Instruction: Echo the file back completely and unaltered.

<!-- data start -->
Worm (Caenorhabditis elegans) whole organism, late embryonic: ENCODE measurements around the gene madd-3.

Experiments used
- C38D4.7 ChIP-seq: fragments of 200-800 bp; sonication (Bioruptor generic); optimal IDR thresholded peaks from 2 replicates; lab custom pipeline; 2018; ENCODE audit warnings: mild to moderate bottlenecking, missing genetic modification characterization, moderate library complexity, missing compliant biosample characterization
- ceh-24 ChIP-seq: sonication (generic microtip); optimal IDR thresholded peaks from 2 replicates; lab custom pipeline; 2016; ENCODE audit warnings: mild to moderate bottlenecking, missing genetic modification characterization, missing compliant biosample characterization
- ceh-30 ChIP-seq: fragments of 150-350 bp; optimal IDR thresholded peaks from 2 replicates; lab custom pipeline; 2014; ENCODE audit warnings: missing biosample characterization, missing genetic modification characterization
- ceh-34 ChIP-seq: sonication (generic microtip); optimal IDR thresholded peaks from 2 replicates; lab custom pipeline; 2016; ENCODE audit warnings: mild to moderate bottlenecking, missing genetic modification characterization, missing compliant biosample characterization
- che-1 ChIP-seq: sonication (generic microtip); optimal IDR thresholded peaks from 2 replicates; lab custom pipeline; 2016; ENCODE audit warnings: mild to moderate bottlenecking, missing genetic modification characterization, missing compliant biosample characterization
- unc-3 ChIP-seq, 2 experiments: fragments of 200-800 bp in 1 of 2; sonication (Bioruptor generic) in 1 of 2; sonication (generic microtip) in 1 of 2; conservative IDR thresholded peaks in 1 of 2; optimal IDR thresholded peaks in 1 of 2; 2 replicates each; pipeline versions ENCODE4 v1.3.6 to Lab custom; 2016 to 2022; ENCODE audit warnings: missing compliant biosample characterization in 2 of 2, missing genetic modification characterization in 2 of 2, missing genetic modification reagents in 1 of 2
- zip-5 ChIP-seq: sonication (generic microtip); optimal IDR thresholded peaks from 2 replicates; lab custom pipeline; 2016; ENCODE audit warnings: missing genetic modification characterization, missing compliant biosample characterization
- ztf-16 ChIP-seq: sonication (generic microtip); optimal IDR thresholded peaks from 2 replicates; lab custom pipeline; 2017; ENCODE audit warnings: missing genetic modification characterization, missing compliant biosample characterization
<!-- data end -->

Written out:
Worm (Caenorhabditis elegans) whole organism, late embryonic: ENCODE measurements around the gene madd-3.

Experiments used
- C38D4.7 ChIP-seq: fragments of 200-800 bp; sonication (Bioruptor generic); optimal IDR thresholded peaks from 2 replicates; lab custom pipeline; 2018; ENCODE audit warnings: mild to moderate bottlenecking, missing genetic modification characterization, moderate library complexity, missing compliant biosample characterization
- ceh-24 ChIP-seq: sonication (generic microtip); optimal IDR thresholded peaks from 2 replicates; lab custom pipeline; 2016; ENCODE audit warnings: mild to moderate bottlenecking, missing genetic modification characterization, missing compliant biosample characterization
- ceh-30 ChIP-seq: fragments of 150-350 bp; optimal IDR thresholded peaks from 2 replicates; lab custom pipeline; 2014; ENCODE audit warnings: missing biosample characterization, missing genetic modification characterization
- ceh-34 ChIP-seq: sonication (generic microtip); optimal IDR thresholded peaks from 2 replicates; lab custom pipeline; 2016; ENCODE audit warnings: mild to moderate bottlenecking, missing genetic modification characterization, missing compliant biosample characterization
- che-1 ChIP-seq: sonication (generic microtip); optimal IDR thresholded peaks from 2 replicates; lab custom pipeline; 2016; ENCODE audit warnings: mild to moderate bottlenecking, missing genetic modification characterization, missing compliant biosample characterization
- unc-3 ChIP-seq, 2 experiments: fragments of 200-800 bp in 1 of 2; sonication (Bioruptor generic) in 1 of 2; sonication (generic microtip) in 1 of 2; conservative IDR thresholded peaks in 1 of 2; optimal IDR thresholded peaks in 1 of 2; 2 replicates each; pipeline versions ENCODE4 v1.3.6 to Lab custom; 2016 to 2022; ENCODE audit warnings: missing compliant biosample characterization in 2 of 2, missing genetic modification characterization in 2 of 2, missing genetic modification reagents in 1 of 2
- zip-5 ChIP-seq: sonication (generic microtip); optimal IDR thresholded peaks from 2 replicates; lab custom pipeline; 2016; ENCODE audit warnings: missing genetic modification characterization, missing compliant biosample characterization
- ztf-16 ChIP-seq: sonication (generic microtip); optimal IDR thresholded peaks from 2 replicates; lab custom pipeline; 2017; ENCODE audit warnings: missing genetic modification characterization, missing compliant biosample characterization